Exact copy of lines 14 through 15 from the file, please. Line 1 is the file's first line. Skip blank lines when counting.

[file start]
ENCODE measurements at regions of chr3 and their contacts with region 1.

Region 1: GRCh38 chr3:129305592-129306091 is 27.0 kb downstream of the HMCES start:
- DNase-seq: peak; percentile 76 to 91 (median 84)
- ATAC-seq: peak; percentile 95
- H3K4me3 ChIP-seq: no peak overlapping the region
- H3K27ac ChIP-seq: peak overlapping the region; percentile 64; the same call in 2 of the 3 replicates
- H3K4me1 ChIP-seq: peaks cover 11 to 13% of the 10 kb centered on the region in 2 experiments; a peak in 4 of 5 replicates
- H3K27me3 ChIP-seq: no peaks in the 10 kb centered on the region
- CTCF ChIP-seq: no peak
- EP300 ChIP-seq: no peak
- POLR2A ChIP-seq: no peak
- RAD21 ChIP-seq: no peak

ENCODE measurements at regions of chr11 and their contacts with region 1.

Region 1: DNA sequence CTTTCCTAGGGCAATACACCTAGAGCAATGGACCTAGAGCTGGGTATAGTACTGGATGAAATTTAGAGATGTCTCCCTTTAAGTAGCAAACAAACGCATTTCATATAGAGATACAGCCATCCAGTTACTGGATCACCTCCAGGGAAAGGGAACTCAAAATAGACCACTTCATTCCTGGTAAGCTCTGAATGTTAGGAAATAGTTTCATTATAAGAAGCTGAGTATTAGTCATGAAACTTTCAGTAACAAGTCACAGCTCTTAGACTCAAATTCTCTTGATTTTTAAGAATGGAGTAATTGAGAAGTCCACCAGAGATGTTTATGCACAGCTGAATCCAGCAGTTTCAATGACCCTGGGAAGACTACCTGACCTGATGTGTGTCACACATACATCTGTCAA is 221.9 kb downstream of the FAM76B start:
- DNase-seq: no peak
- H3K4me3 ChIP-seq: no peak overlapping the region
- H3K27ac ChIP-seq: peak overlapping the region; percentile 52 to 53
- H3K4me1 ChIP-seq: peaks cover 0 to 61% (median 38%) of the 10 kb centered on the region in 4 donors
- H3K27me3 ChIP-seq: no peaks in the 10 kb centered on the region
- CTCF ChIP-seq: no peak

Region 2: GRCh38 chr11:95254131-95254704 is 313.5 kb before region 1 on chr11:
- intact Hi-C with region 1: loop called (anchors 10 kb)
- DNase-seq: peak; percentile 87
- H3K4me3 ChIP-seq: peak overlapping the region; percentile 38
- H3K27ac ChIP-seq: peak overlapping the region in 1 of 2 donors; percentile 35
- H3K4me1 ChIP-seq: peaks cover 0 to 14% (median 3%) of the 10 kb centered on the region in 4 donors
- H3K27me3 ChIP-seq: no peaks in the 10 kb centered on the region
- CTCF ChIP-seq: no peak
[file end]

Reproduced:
Region 1: DNA sequence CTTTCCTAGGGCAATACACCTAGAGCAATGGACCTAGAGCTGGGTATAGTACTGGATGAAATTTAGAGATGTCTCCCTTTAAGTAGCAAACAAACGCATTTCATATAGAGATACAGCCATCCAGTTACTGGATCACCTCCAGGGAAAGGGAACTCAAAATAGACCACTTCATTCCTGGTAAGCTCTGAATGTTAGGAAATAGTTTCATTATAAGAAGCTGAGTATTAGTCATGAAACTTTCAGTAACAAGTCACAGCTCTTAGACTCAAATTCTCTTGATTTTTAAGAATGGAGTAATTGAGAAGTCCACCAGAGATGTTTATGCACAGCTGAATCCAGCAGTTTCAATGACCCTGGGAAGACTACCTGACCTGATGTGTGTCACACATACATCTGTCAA is 221.9 kb downstream of the FAM76B start:
- DNase-seq: no peak